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Sustainable Diets and Food Systems in Small Island Developing States

  • Published on January 13, 2019
The ecosystems of Pacific Island countries are rich in terrestrial and marine biodiversity that would support sustainable diets. Yet people in these countries have the highest rates in the world of obesity and diet-related chronic diseases. In addition, they are among the most vulnerable to climate change and biodiversity loss. This project will directly address sustainable diets as a multisectoral challenge linking agriculture, health and environment for sustainable consumption and production.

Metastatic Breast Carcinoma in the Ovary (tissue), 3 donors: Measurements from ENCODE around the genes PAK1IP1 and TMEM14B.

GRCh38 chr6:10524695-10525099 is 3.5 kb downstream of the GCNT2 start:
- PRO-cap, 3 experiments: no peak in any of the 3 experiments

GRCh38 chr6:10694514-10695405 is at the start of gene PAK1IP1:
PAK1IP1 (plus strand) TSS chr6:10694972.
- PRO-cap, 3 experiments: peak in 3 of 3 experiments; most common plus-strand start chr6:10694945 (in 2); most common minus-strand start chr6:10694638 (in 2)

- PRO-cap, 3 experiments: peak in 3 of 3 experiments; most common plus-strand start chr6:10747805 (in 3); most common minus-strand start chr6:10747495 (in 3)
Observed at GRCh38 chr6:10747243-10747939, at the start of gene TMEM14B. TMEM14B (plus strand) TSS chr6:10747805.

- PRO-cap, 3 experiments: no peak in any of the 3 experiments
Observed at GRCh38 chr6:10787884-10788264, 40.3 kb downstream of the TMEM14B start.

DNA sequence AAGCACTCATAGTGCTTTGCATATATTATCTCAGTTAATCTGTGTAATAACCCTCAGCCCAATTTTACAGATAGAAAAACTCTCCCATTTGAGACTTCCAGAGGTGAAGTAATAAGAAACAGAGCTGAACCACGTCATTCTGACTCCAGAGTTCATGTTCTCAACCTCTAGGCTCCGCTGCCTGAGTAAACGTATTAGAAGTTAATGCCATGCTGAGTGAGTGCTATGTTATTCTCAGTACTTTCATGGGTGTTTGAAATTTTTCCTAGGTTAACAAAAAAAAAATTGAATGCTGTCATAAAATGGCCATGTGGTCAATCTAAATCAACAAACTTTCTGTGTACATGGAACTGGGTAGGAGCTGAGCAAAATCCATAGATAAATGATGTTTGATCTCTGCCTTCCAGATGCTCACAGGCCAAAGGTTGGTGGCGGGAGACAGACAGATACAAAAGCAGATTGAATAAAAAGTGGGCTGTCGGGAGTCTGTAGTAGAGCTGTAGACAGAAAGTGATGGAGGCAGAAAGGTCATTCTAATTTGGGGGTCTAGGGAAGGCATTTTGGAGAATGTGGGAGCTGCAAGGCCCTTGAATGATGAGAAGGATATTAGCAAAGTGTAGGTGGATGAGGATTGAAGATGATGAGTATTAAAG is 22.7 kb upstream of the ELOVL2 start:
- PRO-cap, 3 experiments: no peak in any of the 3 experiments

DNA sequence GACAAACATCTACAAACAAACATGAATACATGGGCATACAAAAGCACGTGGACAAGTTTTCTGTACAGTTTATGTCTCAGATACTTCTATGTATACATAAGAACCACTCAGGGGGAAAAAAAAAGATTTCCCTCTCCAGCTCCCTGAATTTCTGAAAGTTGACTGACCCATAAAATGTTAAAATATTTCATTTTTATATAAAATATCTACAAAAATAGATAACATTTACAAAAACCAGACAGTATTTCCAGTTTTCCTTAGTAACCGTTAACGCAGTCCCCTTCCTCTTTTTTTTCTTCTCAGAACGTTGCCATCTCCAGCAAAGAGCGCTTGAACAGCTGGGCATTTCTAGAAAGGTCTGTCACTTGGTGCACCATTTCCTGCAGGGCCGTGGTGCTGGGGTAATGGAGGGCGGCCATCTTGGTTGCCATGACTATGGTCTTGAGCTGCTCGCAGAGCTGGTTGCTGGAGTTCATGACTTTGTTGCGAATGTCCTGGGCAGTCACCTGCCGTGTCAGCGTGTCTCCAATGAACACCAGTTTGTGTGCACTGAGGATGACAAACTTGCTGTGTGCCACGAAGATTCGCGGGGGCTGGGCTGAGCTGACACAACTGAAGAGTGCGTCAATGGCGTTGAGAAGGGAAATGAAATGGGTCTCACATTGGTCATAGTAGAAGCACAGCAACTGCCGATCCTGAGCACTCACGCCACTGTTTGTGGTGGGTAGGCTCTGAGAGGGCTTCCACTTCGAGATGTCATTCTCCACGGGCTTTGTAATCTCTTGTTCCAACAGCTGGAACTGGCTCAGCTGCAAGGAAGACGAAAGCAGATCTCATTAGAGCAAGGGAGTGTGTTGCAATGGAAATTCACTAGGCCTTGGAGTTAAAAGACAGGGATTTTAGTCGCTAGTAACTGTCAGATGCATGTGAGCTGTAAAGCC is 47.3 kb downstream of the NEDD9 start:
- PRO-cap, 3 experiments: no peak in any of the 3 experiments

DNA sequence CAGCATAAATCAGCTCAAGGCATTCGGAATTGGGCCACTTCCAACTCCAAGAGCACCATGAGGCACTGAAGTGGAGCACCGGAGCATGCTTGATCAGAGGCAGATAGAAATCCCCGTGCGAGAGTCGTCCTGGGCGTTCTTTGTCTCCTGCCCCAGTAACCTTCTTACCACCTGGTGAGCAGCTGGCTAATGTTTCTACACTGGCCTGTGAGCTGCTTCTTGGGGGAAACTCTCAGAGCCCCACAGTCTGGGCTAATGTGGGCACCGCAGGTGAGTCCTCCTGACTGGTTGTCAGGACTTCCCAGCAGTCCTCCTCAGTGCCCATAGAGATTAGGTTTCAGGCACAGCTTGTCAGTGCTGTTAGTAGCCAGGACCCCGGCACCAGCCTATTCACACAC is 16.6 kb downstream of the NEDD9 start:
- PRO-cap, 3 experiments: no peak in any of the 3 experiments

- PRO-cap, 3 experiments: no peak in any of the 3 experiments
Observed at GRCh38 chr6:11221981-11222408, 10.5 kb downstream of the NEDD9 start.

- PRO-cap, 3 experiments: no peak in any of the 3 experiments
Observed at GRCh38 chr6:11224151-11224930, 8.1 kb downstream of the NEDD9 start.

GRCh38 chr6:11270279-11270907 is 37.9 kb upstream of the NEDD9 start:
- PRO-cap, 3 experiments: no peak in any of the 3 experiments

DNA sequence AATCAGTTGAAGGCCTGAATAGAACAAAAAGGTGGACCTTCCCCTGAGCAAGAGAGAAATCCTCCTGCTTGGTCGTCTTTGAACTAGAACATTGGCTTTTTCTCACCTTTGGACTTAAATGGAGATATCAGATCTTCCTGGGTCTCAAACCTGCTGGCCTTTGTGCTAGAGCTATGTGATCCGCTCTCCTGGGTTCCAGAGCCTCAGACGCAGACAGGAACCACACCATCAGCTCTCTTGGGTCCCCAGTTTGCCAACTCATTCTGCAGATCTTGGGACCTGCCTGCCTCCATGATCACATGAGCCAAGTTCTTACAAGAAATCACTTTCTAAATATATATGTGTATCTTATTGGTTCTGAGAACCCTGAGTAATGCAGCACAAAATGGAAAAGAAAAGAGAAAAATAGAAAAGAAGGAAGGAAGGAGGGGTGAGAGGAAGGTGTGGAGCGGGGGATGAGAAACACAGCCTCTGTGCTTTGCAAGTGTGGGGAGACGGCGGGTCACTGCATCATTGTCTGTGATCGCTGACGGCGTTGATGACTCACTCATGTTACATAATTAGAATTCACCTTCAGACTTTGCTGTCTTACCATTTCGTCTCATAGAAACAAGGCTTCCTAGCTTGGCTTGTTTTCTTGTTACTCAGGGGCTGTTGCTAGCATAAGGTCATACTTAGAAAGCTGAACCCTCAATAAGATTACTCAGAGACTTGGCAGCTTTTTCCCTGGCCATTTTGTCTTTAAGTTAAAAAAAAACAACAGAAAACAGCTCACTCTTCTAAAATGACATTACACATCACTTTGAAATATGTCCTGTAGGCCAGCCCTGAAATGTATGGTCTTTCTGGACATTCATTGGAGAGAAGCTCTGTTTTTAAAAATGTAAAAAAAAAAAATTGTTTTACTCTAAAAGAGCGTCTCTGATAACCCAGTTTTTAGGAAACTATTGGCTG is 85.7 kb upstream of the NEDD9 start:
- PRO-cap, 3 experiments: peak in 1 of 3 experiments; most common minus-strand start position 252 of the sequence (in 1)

The ecosystems and agro-ecological zones of Pacific Island countries are rich in terrestrial and marine biodiversity that would support sustainable diets1 for the populations. Yet the nearly-11 million people in these countries have the highest rates in the world of obesity and diabetes, and other diet-related chronic diseases. Their diets are laden with high fat/high sugar imported convenience foods, and agricultural exploitation is leading to extensive loss of agro-biodiversity and degradation of land. Many of these SIDS are precarious in terms of their vulnerabilities to various manifestations of climate change, and other anthropogenic and natural phenomena. Various research groups have worked on the development of methods, metrics and indicators to characterise sustainable diets and food systems. These remain largely theoretical, and to date have not been widely applied in order to further develop, validate or use them as tools. The aim of this project is to investigate existing methodological frameworks which address sustainable diets and food systems, and to develop, validate, customise and apply as a tool to the unique ecosystems of Pacific Island countries. The processes employed will include transdisciplinary project design and execution, and multi-sectoral involvement for policy ramifications and development. The tool will be relevant to at least 20 Pacific Island countries and territories, which are among the poorest and most vulnerable to food and nutrition insecurity and the effects of climate change. In addition, it will have relevance to island states around the globe and to low-lying coastal areas in non-island countries that tend to share similar vulnerabilities and challenges. The outcomes will have application to national and regional policies and interventions and to intergovernmental commitments including the Sustainable Development Goals, Aichi Targets, the International Treaty on Genetic Resources for Food and Agriculture, the Code of Conduct for Responsible Fisheries, and more. The originality and innovative nature of the project is that it immediately addresses the issues elaborated in December 2015 by the UN General Assembly (A/70/472/Add.2 - paragraph 11) in the Small Island Developing States Partnership (SIDS) Framework, in accordance with paragraph 101 of the SAMOA Pathway, to monitor and ensure the full implementation of pledges and commitments through partnerships for SIDS. Fieldwork has been undertaken in Kiribati and the Solomon Islands in 2018. One research paper has been accepted for publication in the peer-reviewed Asia Pacific Journal of Clinical Nutrition: "Quantitative estimates of dietary intake in households of South Tarawa, Kiribati", Paul Eze Eme, Barbara Burlingame, Jeroen Douwes, Nicholas Kim, Sunia Foliaki. Several other papers are under preparation and consideration by journals. Interactions with government ministries has been ongoing in Kiribati and the Solomon Islands. Policies and programmes are being developed and discussed by government officials in Kiribati as a consequence of this research. The work will continue in 2019. Partnerships and funding support are welcome. Contact Barbara Burlingame at
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